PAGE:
If you do not interrupt, not only does the group begin to feel unsafe for others, but it takes more work to heal any hurt that may have happened because of that boundary violation. For example, if I had not interrupted and confronted Edward’s criticism, Alice probably would have experienced being hurt. Her response may have been either to attack back, which meant I would have had a fight on my hands, or withdraw, which meant I would have had to work very hard to help Alice recover from the hurt in order to participate in the group again. So, the first step is to interrupt quickly and frequently with boundary violations, especially early on in the group’s life.
Another time you need to interrupt often is if you are adding a new boundary to your group and you want that new boundary to quickly become part of the group culture. For example, maybe someone is dominating and you set a new boundary of not dominating. You need to interrupt often as you add this new boundary to your group. Face your fear and trust that, as you set the boundaries and reinforce them, you are creating a safe group where healing and growth can happen.
After interrupting the group member who is violating a boundary, the second blocking skill is to reinforce the boundary, which means reminding the group member and the rest of the group of the boundary that was violated. For example, after interrupting Edward’s criticism, I might say, “Remember the boundaries that we agreed upon. We agreed to not judge and criticize each other. The reason we have this boundary is to keep the group safe.” You may use the reinforcing of one boundary as an opportunity to remind the group members of the other boundaries. These reminders reinforce the other boundaries, too.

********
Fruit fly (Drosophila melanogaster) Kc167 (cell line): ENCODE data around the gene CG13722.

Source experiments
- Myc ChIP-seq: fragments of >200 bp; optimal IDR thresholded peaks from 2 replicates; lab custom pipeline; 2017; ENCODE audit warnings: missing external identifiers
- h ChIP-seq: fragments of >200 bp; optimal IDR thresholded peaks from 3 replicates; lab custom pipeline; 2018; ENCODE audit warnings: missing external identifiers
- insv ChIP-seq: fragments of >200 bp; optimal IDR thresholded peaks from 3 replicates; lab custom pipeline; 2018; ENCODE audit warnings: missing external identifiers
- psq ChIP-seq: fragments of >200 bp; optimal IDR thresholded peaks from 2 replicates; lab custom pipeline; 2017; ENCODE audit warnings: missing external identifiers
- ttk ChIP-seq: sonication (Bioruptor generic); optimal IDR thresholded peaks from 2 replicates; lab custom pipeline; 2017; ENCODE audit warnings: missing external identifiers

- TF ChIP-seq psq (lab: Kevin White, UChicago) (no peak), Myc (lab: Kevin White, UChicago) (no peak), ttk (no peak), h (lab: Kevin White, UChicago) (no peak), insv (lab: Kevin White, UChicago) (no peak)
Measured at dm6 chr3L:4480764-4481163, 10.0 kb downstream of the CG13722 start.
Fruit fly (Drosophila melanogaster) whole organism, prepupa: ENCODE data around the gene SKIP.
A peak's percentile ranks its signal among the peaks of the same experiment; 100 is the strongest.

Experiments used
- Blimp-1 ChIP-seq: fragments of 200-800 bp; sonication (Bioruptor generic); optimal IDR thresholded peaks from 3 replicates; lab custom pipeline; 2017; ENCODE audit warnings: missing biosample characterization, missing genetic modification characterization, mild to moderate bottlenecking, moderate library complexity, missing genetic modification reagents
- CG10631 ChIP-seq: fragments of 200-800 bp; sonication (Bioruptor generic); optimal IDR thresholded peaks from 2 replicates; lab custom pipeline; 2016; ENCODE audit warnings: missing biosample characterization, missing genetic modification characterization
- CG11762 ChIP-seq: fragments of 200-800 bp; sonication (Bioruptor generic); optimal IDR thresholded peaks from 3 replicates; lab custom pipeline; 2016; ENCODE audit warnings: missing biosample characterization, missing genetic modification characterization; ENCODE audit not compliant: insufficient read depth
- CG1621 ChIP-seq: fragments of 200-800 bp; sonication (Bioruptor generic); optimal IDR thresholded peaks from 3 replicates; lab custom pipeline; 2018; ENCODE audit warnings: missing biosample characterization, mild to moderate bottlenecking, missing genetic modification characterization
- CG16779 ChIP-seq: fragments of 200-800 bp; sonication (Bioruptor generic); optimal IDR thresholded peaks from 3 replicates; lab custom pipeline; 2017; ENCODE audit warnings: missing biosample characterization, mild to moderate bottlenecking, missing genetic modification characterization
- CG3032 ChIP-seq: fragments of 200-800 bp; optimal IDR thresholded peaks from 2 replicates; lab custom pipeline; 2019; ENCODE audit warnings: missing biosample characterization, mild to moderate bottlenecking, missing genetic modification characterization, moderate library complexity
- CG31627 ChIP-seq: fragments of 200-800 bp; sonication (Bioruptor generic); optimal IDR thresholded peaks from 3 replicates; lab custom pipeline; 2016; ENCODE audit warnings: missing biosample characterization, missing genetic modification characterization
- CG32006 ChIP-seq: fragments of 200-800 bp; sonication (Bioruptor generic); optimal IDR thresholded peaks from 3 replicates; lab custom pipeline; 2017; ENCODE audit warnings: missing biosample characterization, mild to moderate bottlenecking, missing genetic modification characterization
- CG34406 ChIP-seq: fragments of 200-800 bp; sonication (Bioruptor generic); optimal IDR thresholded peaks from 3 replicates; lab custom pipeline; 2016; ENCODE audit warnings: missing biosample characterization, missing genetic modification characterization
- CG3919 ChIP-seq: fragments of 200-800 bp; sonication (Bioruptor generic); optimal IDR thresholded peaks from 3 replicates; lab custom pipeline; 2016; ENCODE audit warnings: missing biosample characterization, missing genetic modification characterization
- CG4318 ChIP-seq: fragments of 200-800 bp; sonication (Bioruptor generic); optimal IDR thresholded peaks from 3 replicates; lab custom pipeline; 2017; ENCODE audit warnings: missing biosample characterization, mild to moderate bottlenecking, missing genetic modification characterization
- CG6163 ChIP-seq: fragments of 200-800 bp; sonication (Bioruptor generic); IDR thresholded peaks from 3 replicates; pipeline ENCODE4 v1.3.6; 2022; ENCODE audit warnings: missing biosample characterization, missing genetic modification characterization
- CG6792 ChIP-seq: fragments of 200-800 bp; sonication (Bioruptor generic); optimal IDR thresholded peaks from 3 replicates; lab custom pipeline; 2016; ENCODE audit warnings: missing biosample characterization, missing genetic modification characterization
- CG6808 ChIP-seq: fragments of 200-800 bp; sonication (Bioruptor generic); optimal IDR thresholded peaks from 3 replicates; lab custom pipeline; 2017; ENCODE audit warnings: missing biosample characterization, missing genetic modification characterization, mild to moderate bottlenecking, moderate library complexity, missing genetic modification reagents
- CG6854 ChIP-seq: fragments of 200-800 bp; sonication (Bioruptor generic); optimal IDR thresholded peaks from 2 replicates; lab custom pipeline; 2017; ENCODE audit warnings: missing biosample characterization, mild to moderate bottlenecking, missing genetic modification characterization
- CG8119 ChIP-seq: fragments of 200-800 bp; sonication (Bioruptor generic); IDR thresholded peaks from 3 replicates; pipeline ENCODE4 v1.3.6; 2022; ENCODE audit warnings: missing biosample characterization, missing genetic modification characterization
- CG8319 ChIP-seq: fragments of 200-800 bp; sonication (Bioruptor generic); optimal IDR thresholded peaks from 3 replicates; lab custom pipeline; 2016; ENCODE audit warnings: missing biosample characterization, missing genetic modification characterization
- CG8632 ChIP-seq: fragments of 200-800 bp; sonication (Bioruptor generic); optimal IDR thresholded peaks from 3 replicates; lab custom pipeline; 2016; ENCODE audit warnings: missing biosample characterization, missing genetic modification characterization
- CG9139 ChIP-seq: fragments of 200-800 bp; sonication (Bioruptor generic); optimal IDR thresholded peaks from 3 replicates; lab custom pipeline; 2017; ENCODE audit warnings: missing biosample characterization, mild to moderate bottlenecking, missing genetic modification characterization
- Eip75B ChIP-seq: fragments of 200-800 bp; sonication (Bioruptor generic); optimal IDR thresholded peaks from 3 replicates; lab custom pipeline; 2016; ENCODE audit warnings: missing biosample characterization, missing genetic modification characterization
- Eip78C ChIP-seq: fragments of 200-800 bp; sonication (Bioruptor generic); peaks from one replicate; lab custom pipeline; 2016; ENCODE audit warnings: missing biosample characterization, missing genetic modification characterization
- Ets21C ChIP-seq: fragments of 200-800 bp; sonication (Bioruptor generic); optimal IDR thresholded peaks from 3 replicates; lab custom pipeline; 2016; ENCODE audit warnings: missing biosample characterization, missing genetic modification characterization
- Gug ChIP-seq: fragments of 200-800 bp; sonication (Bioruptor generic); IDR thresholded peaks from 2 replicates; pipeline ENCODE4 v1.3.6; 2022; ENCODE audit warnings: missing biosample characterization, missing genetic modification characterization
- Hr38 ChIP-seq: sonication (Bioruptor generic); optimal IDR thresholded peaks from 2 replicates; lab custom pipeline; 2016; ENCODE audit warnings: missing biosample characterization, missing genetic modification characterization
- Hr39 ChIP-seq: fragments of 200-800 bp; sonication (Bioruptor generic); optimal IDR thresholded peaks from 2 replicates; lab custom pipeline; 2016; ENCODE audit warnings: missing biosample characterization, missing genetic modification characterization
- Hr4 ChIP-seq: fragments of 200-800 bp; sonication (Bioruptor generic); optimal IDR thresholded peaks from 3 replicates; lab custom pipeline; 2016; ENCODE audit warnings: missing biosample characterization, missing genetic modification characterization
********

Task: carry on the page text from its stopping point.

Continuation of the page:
After you have interrupted the violation and reinforced the boundary, the final blocking skill is to redirect the boundary violation. Redirecting the boundary violation is the process of bringing the violator back to the group’s goal, which is to do one’s work, exploring and working on the planks that are in each of our eyes. Invite the boundary violator to own the violation and do some work about what the boundary violation is about for them. For example, I might say, “So, Edward, you are making a judgment about Alice when you say she isn’t doing any real work. Remember that instead of making a judgment, our commitment in this group is to work on our planks. Can you say what that criticism was about for you? What are you feeling when you say that? What is the story you are making up about that?”
You may need to help group members unpack the story behind the judgments they make. But right now, in the forming stage of group, it may be enough to interrupt the boundary violation, reinforce the boundary, and invite the violator to look at what is behind a particular violation—that is, to look at the plank in their own eye and move on. When I asked Edward what the criticism was about for him, he replied, “I don’t know.” At this early point in the group process, I did not push him to explore further but simply invited him to explore his plank first. I asked if he would be open to that. He said, “Yes,” and we moved on.